|SPA Normalización DEU Normalisierung|
Standardization, conservatism, centralization, domestication, generalization, deculturalization
Normalization is the best suited term in this context as all of the concepts involved and discussed in the following have in common that they describe the relationship between language, translation and the norms of a certain culture.
Normalization has different meanings in translation studies. It may refer to a process of standardization that languages go through and where translations often have a leading role, to the standardization of texts, to the preparation of language for machine translation, to a translation strategy where translators try to integrate their translations into the target culture or to a frequency effect observed in translation corpora.
When it is understood as the standardization of a language, normalization describes cases where influential translators (e.g., Martin Luther) translated in a vernacular which was at their time not used as a literary language. Translations helped to standardize these vernaculars and to establish them as a means for normal communication.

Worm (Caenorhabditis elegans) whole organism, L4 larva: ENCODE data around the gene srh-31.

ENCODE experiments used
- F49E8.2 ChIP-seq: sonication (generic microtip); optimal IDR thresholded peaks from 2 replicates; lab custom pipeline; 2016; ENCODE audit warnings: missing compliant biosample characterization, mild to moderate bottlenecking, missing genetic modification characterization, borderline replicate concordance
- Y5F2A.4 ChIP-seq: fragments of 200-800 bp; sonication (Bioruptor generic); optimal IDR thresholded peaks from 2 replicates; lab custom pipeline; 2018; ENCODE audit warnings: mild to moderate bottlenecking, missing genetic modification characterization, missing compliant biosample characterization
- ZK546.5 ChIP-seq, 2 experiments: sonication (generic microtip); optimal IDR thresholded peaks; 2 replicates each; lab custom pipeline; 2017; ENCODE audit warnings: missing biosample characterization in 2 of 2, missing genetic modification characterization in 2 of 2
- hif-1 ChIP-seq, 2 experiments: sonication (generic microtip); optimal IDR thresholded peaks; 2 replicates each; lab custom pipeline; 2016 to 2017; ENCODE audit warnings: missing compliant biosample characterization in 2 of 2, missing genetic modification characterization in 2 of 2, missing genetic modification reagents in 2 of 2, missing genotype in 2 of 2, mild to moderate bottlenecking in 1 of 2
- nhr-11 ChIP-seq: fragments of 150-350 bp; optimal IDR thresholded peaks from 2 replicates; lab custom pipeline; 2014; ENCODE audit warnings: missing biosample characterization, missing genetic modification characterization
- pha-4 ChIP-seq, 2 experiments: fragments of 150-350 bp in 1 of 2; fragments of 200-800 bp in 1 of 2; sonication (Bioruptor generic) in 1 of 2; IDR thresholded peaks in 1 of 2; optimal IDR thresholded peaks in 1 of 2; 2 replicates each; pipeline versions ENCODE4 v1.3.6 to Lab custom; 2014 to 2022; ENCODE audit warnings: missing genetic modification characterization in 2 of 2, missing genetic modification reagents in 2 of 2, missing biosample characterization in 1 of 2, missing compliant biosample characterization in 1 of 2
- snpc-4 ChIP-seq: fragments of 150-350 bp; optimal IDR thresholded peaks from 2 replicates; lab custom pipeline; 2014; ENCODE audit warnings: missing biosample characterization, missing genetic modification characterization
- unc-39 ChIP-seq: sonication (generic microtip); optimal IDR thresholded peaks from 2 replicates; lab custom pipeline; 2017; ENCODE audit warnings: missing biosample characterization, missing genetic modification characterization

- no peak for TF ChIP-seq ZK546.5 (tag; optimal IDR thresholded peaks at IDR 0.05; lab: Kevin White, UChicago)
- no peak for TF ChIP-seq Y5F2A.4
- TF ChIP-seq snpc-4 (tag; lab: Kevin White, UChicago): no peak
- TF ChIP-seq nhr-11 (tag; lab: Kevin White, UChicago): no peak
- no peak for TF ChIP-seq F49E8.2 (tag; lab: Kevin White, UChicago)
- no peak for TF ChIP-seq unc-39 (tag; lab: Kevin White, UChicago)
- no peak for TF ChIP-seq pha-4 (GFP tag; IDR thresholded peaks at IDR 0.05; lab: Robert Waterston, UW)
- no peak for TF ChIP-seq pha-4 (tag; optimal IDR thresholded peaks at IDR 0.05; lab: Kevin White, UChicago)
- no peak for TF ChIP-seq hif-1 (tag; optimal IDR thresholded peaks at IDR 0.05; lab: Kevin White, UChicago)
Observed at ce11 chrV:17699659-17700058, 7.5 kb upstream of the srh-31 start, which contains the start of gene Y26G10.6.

When understood as the standardization of texts, normalization refers to a process where companies or national/international organizations define norms for terminology and other linguistic features of texts of a certain domain. Translators are confronted with these norms when translating. These norms often lead to a higher unification and a higher quality.
Normalization, understood as the preparation of text for machine translation, means that text which contains non-standard features such as orthographical variation or unusual abbreviations needs to be corrected before machine translation proceeds, to ensure an effective processing.
Normalization, as a translation strategy, describes the choice of translators to adapt their translation to target language rules. This strategy is also labelled domestication, fluent translation or centralization.
Globally, the term normalization is mostly used to refer to a frequency effect observed in comparable corpora. Normalization is then defined as the exaggeration of the target language norms in translations, compared to original texts in the target language (that is, the translation is more normal normal than original texts in the target language). This phenomenon becomes visible in the extensive use of linguistic features in translations which are typical for the specific target language. This frequency effect has been investigated in several corpus studies; it has been observed on different linguistic levels and in different language pairs. Several attempts have been made in order to find causes for normalization as a frequency effect, especially cognitive sources.
|Oster, Katharina. 2022. "Normalization" @ ENTI (Encyclopedia of translation & interpreting). AIETI.|